The Evening Blues - 1-8-19
Hey! Good Evening!
This evening's music features Detroit doo wop and r&b singer Joe Stubbs. Enjoy!
Joe Stubbs - Hey Hey
“A burro is an ass. A burrow is a hole in the ground. A reporter should know the difference.”
-- Fred Reed
News and Opinion
NBC and MSNBC Blamed Russia for Using “Sophisticated Microwaves” to Cause “Brain Injuries” in U.S. “Diplomats” in Cuba. The Culprits Were Likely Crickets.
NBC News and MSNBC specialize in repeating and disseminating what U.S intelligence officials tell them to say and then calling that servitude “reporting.” Those two networks really are the all-but-official outlets for CIA messaging. And this status has led their brightest on-air stars to broadcast a series of extremely consequential stories that turned out to be humiliatingly wrong. This stenographic and highly jingoistic practice of mindlessly reciting the whispered claims of anonymous “intelligence officials” is what notoriously led the New York Times and other leading U.S. media outlets to deceive the country into believing Dick Cheney and Paul Wolfowitz’s fairy tales about Iraqi WMDs and Jeffrey Goldberg’s tales about Saddam’s alliance with Al Qaeda.
But while many of those outlets apologized for that behavior and vowed to avoid it in the future, NBC and MSNBC have committed themselves to it with greater vigor than ever, as evidenced by the increasing prominence of their national security reporter Ken Dilanian, whose entire career has been defined by repeating what the CIA tells him to say – and has thus been plagued by one embarrassing false story after the next.
But while many of those outlets apologized for that behavior and vowed to avoid it in the future, NBC and MSNBC have committed themselves to it with greater vigor than ever, as evidenced by the increasing prominence of their national security reporter Ken Dilanian, whose entire career has been defined by repeating what the CIA tells him to say – and has thus been plagued by one embarrassing false story after the next. ... We now have what might be the most vivid, reckless and dangerous illustration yet of how NBC and MSNBC functions. If their behavior weren’t so journalistically shameful and destructive, this would be darkly humorous. ...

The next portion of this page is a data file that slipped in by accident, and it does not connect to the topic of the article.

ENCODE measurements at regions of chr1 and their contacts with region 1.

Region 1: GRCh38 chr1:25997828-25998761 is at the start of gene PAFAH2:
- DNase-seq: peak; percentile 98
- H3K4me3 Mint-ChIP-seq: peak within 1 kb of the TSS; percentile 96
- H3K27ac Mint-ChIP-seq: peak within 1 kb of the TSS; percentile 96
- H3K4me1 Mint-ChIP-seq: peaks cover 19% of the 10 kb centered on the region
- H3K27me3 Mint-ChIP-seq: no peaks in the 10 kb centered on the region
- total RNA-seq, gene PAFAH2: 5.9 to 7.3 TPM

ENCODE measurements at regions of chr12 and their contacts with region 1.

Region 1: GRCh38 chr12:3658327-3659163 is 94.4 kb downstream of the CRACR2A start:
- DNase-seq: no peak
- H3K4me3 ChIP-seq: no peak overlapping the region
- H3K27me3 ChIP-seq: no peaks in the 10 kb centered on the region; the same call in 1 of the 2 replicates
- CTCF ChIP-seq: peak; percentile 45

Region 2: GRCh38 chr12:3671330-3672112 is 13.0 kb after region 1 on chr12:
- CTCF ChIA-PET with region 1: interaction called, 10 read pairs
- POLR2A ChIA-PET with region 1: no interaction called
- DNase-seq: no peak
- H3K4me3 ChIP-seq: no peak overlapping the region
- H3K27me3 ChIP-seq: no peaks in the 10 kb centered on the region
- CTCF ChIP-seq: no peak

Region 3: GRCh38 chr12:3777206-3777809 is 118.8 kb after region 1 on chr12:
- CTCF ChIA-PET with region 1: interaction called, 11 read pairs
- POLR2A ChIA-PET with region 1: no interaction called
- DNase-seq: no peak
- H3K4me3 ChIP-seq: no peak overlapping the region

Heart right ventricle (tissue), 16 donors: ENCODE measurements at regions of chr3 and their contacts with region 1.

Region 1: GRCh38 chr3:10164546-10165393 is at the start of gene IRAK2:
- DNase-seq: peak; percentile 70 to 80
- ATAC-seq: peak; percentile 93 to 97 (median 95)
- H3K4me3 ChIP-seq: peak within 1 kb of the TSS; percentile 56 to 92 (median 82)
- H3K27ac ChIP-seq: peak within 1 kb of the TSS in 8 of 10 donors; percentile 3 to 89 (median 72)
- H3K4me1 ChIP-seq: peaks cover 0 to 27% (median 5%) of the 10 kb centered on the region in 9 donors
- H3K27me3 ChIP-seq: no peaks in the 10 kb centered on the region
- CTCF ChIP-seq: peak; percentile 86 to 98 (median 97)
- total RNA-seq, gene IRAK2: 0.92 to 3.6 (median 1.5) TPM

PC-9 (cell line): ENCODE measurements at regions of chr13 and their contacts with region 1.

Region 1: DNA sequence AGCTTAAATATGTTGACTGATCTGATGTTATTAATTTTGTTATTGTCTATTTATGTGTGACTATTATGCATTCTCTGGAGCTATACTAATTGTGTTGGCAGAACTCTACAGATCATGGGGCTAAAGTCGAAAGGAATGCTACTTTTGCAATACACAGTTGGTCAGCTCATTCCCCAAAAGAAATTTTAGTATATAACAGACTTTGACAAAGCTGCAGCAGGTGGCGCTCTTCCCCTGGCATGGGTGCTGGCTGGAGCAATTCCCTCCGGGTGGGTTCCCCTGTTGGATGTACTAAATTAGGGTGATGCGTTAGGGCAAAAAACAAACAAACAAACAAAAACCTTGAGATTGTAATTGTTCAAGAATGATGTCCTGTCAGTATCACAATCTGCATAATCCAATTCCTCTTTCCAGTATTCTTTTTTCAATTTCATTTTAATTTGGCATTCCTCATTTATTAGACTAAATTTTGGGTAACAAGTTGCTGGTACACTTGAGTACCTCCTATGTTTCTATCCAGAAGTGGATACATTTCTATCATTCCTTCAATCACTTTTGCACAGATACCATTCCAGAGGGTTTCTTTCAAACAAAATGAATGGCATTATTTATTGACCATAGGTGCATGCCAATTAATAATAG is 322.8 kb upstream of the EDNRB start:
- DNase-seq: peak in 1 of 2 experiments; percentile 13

[Detailed description of breathless coverage of mindbending Russian spook technology that turns out to be the sound of lonely crickets skipped, since I posted the NYT story about it yesterday. Greenwald's discussion of it is well worth reading. - js]
Thus far, not a single NBC or MSNBC reporter who hyped the Russia-did-it story – Ken Dilanian, Andrea Mitchell, Josh Lederman – has bothered to tweet these scientific findings that, at the very least, raise major doubts about the accuracy of their huge and highly consequential story that the repeatedly hyped. That’s how the U.S. media functions: sensationalistic stories produce massive benefits, while there are zero consequences, or even an obligation to acknowledge error, when they turn out to be doubtful of even false. ...
It’s bad enough to be so reckless with such dangerous rhetoric. But when this is all accomplished through the shoddiest of “reporting” – mindlessly repeating what anonymous intelligence officials tell journalists to say without a whiff of evidence – then it’s clear that the same journalistic pathologies that led to front-page reports of Saddam’s nuclear stockpile and alliance with Osama bin Laden continue to shape corporate journalism today, particularly at NBC and MSNBC.
The Pentagon. Dumb like a fox.
In a previously unpublished report to Congress, the Department of Defense said that it has found no evidence of detainee abuse by U.S. allies in Yemen, contradicting reports from journalists, human rights groups, and a U.N. panel of experts that documented torture by U.S.-backed forces. The carefully worded report sent to the House and Senate Armed Services committees last month denied that U.S. forces had ever observed or reported detainee abuse by allies and partner forces fighting in Yemen. The report, which was required by an amendment to the National Defense Authorization Act for this fiscal year, contained a classified annex not seen by The Intercept.